Aylesford Newsprint to enter administration

Recycled newsprint manufacturer Aylesford Newsprint has announced that it is applying to go into administration.

The Kent-based company, which has been running since 1922, produces around 400,000 tonnes of recycled newsprint every year from 500,000 tonnes of recycled waste fibre. 

Although details are yet to be announced, an Aylesford spokesperson said this morning (23 February) that its 300-strong workforce had been told that the company would be making an application to the courts to go into administration. This is expected to go to court later today.

It is not yet known how the decision may affect jobs.

Accountancy firm KPMG is expected to be appointed as administrator, as it has been advising the company on its finances in recent months.

An industry insider told Resource that he thought that the demise of the company was down to ongoing challenges to secure high-quality feedstock, as well as the company’s equipment being old and less efficient than some of its competitors.

‘Dreadful news’

The paper company has been hard hit by the downturn in the economy and the reduction of paper consumption in the UK.

In 2012, private equity company The Martland Holdings LLC acquired the loss-making paper company, and in August 2014 its Managing Director Ian Broxup left the company after 18 years as part of a ‘business restructure’, with Executive Director of The Martland Holdings, Landry Kouakou, taking over day-to-day control as Chief Exectuive Officer.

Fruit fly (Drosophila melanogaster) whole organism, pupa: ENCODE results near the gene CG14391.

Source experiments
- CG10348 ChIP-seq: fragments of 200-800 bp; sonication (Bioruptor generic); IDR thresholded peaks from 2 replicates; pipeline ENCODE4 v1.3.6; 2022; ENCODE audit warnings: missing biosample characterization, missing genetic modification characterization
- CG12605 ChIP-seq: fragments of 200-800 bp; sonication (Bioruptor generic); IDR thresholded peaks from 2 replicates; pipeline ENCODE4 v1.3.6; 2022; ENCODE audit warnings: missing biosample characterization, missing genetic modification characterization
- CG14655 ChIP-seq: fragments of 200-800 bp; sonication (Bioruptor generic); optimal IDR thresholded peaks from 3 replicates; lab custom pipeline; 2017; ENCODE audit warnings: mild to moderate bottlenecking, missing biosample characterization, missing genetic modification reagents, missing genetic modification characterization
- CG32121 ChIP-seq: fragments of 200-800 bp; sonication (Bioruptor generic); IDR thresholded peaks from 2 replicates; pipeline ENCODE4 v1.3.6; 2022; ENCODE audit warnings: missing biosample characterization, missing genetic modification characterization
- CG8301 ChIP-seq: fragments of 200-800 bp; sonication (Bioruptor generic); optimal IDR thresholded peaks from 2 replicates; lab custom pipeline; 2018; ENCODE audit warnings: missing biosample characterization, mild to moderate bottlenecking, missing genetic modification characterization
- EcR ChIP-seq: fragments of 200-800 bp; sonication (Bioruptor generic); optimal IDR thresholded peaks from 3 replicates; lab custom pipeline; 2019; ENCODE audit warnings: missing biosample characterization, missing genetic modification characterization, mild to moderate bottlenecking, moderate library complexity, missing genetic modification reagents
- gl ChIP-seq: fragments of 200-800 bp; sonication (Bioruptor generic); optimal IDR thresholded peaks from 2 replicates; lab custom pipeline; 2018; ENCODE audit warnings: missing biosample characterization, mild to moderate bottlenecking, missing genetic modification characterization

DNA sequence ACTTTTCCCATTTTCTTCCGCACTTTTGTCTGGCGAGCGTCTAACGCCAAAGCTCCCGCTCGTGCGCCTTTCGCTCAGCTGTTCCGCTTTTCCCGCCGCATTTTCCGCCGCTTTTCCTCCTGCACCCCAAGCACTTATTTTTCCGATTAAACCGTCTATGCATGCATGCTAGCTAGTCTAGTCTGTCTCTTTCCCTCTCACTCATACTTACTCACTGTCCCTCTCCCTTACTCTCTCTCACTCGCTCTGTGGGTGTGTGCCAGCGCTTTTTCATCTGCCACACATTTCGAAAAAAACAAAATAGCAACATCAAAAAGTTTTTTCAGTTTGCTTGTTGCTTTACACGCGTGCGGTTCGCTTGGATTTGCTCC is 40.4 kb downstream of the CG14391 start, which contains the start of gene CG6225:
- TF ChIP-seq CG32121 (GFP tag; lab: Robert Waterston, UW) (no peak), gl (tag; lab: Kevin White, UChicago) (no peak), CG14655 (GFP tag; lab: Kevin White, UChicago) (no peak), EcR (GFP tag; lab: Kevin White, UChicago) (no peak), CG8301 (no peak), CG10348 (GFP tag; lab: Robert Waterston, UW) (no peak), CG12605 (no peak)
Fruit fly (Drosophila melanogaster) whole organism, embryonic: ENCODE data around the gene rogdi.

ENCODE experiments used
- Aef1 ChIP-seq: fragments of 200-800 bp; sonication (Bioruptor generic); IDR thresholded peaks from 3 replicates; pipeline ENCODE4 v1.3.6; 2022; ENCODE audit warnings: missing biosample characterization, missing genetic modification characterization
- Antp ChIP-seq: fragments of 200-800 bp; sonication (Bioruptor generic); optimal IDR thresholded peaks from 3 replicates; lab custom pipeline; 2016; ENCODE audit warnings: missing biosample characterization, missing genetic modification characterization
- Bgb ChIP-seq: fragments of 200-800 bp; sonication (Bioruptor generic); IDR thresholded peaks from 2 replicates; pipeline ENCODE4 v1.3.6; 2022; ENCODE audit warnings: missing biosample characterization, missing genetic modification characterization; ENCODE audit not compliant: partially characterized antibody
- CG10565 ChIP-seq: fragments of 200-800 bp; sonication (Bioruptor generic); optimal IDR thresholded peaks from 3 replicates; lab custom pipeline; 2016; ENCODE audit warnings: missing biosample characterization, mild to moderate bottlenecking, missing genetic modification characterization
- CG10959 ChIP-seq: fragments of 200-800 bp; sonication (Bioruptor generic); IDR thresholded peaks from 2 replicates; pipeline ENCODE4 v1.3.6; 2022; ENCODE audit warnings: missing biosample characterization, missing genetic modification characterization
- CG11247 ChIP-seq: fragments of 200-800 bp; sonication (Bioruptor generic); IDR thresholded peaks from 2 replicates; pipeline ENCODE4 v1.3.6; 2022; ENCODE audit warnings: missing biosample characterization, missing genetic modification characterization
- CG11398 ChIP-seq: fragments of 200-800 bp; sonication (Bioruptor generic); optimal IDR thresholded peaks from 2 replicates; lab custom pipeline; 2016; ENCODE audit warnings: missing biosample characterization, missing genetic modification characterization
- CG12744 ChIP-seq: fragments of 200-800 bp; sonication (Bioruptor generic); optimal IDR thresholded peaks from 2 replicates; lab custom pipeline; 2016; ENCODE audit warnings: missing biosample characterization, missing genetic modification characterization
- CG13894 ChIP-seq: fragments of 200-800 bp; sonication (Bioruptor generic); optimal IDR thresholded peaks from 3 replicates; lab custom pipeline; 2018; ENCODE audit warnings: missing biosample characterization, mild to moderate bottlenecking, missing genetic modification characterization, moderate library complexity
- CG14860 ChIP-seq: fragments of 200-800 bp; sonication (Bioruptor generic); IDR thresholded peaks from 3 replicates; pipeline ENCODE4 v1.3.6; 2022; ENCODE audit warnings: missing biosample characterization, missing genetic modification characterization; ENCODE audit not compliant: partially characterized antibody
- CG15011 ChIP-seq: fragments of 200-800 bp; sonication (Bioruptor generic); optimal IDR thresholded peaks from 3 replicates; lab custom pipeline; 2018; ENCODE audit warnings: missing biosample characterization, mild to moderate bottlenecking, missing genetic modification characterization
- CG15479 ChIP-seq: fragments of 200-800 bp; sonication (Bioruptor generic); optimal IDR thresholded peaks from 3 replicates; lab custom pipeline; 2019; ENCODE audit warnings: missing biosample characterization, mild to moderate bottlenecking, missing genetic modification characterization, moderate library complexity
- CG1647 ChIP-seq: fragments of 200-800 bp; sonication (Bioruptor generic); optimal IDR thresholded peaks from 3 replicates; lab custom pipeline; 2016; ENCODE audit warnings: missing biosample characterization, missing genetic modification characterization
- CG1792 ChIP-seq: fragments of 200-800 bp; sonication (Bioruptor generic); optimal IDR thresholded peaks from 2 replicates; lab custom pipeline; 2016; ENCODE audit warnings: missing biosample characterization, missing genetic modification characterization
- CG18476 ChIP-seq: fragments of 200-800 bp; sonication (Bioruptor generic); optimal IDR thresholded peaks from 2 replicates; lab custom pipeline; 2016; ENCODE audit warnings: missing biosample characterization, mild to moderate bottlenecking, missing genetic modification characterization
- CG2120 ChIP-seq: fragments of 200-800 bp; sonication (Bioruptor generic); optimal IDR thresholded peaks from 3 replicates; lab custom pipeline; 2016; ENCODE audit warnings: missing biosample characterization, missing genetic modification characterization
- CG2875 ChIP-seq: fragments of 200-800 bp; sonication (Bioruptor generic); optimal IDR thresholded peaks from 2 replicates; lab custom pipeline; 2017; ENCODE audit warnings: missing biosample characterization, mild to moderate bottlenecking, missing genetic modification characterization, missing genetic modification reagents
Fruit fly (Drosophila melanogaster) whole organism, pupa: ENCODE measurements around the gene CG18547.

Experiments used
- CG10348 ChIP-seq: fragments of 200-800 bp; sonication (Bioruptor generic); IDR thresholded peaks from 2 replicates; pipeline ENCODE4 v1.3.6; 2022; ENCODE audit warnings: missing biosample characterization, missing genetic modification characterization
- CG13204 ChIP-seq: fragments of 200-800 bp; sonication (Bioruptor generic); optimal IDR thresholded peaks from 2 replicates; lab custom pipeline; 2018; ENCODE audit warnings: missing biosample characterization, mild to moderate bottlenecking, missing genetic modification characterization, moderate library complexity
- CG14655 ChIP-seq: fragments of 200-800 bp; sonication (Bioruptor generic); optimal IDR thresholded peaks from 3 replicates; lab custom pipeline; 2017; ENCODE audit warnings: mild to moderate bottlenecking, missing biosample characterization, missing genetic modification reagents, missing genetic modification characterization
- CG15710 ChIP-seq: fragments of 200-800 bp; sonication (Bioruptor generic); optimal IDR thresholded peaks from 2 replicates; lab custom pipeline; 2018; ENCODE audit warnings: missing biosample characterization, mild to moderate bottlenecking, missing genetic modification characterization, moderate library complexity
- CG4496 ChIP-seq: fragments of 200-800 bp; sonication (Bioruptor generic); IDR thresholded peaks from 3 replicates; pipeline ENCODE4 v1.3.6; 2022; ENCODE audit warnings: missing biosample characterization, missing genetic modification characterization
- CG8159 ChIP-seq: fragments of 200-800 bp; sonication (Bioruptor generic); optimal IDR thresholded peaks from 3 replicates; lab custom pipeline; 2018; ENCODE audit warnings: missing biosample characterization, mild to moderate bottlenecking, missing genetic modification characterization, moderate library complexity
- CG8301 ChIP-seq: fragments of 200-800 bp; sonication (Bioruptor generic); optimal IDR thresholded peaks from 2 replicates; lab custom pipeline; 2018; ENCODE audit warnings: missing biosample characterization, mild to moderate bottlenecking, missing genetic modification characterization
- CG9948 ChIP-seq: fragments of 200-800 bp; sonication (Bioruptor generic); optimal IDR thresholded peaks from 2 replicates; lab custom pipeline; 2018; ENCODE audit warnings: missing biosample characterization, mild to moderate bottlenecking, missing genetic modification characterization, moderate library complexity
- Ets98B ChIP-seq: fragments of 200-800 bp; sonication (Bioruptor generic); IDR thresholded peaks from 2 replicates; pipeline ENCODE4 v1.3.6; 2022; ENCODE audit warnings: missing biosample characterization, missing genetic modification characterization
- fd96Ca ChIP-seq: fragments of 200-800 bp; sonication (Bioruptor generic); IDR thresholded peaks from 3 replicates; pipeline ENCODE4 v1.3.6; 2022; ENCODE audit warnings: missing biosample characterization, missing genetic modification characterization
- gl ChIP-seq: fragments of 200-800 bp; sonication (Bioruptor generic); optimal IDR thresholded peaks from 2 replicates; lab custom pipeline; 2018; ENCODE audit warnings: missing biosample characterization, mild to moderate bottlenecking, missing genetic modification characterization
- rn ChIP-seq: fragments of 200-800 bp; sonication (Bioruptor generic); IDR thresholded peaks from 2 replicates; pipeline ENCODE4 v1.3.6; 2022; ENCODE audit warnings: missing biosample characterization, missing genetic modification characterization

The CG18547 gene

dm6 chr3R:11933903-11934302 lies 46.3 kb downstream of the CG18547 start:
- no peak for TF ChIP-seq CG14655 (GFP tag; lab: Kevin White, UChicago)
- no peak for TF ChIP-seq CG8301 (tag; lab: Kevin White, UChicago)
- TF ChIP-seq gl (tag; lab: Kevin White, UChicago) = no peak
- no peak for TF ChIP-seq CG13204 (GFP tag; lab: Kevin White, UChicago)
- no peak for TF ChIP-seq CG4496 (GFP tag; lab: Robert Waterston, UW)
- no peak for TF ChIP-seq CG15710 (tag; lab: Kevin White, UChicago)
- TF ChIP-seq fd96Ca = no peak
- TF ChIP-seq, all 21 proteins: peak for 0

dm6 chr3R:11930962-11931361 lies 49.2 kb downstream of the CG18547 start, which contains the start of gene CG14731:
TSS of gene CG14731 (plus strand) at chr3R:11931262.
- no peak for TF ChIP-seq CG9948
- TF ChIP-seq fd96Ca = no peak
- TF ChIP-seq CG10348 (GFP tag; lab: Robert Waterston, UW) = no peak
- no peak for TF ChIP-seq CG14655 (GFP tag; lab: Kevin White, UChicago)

Local politicians have taken to social media site Twitter to express their shock and regret at the news, with Chatham and Aylesford MP Tracey Crouch saying: ‘Dreadful news about Aylesford Newsprint seeking administration. I will be doing all I can to support company, 300+ employees & customers.’

She later issued the following statement: ‘Today’s news that Aylesford Newsprint has gone into administration is absolutely devastating for the local area and the 300 employees at the site, which has been an important part of our local community for nearly 100 years.

‘It is unclear at the moment what the implications are for Aylesford Newsprint’s customers and those associated with the site, including the local authorities who use the site for recycling purposes.

‘While I am aware of the challenging environment the industry faces with the decline of newspaper readership and the cost of paper, I will be meeting with the Minister at the Department for Business, Innovation & Skills tonight to see what support if any can be given. I will be doing absolutely all I can for those affected by this devastating news.’

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